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The Cost of Inequality [Paperback]

Stewart Lansley
4.7 out of 5 stars  See all reviews (23 customer reviews)
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Book Description

23 Feb 2012
What failed the 1980s mantra that inequality would lead to robust economies? Why does the modern economy consist of two tracks: a fast one for the super-rich and a stalled one for everyone else? What is the cost of a consumer economy without purchasing power? This ground-breaking book, based on years of research, shows that greater equality will lead us out of permanent recession.

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The Cost of Inequality + 23 Things They Don't Tell You About Capitalism
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Product details

  • Paperback: 280 pages
  • Publisher: Gibson Square Books Ltd; Paperback edition (23 Feb 2012)
  • Language: English
  • ISBN-10: 1908096292
  • ISBN-13: 978-1908096296
  • Product Dimensions: 12.9 x 19.8 cm
  • Average Customer Review: 4.7 out of 5 stars  See all reviews (23 customer reviews)
  • Amazon Bestsellers Rank: 62,972 in Books (See Top 100 in Books)

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Review

'A great book - read it!' Richard Wilkinson, co-author of The Spirit Level --1

'Compelling... urgent.' --Times Higher Education Supplement

'Seminal.' Neal Lawson, --Guardian Comment

About the Author

Stewart Lansley is a research fellow at the University of Bristol. He is the author of Poor Britain (with Joanna Mack), Rich Britain and a biography of Philip Green. He has written on wealth and poverty for academic and specialist journals as well as the Guardian, Independent and Sunday Times, and has held previous academic posts at the Universities of Reading and Brunel. He lives in London.

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Customer Reviews

4.7 out of 5 stars
4.7 out of 5 stars
Most Helpful Customer Reviews
12 of 12 people found the following review helpful
4.0 out of 5 stars Comprehensive and comprehensible 25 Jun 2012
Format:Paperback|Verified Purchase
We have all heard the arguments about how fair/unfair the tax system is. Lansley doesn't go there. Wisely, in my opinion, because most of us have already got fixed ideas about that.

The strength of his book is that it takes a new angle, namely, that inequality stops a free enterprise system from working properly. His target is workability, not morality. He then shows that it isn't new. The same arguments were being made years ago, and it was only when they were heeded that the recovery from previous great depressions began. Lansley doesn't rely on rhetoric, however: he presents plenty of cogently-argued evidence that the same conditions which produced the Great Depression of the 1930s were also visible in the 2000s. What's more, many people saw it and warned what was to come. The politicians put their hands over their ears and refused to listen, like an over-excited child who's been told it's bedtime.

The fact is that if too much wealth is held by the super-rich, they don't do anything productive with it. No one can spend that much on consumables, so they spend it on pushing up the value of van Goghs and on financial speculation. That accumulates even more money, but it doesn't produce anything. The squeeze is on the rest of us. This argument is very similar to that of the Patriotic Millionaires in the USA, who argue that they should be taxed more in order to leave less well-off people more free cash. What creates jobs and new businesses is ordinary people having money to spend. That's what creates demand, and without demand there can be no growth. It remains to be seen whether "quantitative easing" will make any difference, but my hunch is it won't, because the money goes where the money already is, not into demand.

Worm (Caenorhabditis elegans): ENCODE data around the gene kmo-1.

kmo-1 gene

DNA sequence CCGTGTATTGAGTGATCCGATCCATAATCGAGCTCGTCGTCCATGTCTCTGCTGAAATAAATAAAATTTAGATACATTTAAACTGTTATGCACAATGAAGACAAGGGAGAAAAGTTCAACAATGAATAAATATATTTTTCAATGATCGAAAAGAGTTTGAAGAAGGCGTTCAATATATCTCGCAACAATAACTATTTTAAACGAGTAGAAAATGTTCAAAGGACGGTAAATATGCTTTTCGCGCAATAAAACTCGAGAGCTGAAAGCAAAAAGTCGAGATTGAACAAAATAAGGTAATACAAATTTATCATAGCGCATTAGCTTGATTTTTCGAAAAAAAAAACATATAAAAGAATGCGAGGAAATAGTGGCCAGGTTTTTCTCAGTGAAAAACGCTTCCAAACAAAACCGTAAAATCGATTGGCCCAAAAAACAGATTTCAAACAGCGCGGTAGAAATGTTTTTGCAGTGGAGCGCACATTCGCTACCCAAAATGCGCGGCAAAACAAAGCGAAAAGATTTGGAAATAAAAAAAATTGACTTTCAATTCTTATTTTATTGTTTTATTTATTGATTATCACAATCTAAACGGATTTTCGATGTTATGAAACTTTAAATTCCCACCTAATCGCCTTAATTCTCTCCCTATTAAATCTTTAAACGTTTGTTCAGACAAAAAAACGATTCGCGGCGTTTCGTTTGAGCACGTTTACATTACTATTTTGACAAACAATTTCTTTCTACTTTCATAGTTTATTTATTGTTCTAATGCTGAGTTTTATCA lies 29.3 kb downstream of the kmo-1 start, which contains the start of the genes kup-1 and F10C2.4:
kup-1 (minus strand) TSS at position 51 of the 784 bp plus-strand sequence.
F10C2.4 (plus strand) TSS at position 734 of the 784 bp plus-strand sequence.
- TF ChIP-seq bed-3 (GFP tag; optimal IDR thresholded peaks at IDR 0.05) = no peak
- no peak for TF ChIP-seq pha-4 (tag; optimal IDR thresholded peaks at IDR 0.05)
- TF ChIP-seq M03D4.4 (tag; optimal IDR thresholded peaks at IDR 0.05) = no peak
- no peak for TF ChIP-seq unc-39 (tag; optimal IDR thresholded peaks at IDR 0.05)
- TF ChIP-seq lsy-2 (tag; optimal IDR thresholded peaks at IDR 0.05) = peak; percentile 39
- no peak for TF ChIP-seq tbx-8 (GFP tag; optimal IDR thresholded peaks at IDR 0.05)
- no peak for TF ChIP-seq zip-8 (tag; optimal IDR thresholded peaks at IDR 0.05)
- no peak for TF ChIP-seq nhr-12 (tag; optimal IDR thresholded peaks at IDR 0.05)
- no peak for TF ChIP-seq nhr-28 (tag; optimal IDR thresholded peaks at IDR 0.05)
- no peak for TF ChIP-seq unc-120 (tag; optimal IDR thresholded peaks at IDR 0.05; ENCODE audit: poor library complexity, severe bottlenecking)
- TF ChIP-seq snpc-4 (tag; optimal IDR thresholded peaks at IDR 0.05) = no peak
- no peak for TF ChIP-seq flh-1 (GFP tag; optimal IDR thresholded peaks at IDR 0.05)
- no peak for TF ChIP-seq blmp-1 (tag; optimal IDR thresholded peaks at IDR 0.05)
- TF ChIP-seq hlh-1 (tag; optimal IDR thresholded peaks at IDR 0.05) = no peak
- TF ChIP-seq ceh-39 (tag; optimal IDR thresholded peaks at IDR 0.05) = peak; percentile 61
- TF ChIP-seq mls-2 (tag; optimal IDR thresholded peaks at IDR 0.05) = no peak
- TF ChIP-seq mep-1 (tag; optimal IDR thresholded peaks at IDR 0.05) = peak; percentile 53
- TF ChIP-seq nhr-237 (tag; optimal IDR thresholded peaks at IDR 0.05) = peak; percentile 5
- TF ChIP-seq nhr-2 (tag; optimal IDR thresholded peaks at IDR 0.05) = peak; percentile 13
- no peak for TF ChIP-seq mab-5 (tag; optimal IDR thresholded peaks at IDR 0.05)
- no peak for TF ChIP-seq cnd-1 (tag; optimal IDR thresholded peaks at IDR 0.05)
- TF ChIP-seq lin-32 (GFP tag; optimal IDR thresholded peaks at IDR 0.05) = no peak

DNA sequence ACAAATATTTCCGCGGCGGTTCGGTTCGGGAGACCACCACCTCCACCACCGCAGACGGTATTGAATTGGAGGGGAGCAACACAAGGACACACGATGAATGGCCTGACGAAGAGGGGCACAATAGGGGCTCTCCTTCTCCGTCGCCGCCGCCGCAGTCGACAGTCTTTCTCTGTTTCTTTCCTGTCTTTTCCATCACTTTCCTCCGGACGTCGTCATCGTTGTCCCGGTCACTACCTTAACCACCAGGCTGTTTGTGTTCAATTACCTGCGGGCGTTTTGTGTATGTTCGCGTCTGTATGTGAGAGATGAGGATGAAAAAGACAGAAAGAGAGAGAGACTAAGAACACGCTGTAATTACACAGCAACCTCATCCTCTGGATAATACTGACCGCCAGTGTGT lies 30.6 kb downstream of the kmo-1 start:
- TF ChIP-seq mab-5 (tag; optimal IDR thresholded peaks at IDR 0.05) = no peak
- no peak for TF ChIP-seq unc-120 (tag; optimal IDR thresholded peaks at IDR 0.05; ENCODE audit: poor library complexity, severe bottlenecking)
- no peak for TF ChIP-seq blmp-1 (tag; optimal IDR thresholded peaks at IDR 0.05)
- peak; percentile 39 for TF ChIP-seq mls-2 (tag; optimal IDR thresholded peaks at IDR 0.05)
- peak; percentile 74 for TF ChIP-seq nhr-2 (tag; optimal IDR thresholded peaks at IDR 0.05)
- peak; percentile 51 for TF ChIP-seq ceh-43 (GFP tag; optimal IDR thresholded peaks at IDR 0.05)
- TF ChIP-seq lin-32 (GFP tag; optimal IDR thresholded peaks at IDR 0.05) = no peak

Sounds simple? It is. Everyone should read this book.
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28 of 29 people found the following review helpful
5.0 out of 5 stars A Must Read 1 Nov 2011
Format:Paperback
This is a must read book. Beautifully written, the author has made economics enjoyable and easy to understand. The book demonstrates that excessive profits over wages and vice-versa will result in an imbalance in the fragile working of the western economic model and lead to the dire consequences of the 1930s, the 1970s and more recently since 2007. The book has many examples of how the greedy 1% seek to invest in high risk financial instruments, despite their wealth generating the highly volatile speculation which the City of London facilitates to the detriment of the other 99%. Whether you agree of disagree with the arguments in this book, it is a great read and highly recommended to anybody who is at all interested in the current state of world economics.
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8 of 8 people found the following review helpful
5.0 out of 5 stars The Cost of Inequality 10 Aug 2012
Format:Paperback|Verified Purchase
This book isn't as 'high brow' as I had feared and explains quite clearly how and why the economy is up and down like a yoyo. It also paints a very grim picture of the greed of those at the top - and the outcome of this greed on those at the bottom. That those with so much can still want so much more is very sad, especially when to get it the ordinary working person is sacrificed. I now understand what hostile take-overs are and why jobs are 'shed' in the name of profit. This book won't make me an economist, but I now have a better grasp of what goes on in the world of big business.
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19 of 21 people found the following review helpful
3.0 out of 5 stars New ideas for liberals 16 May 2012
By S. Hare
Format:Paperback|Verified Purchase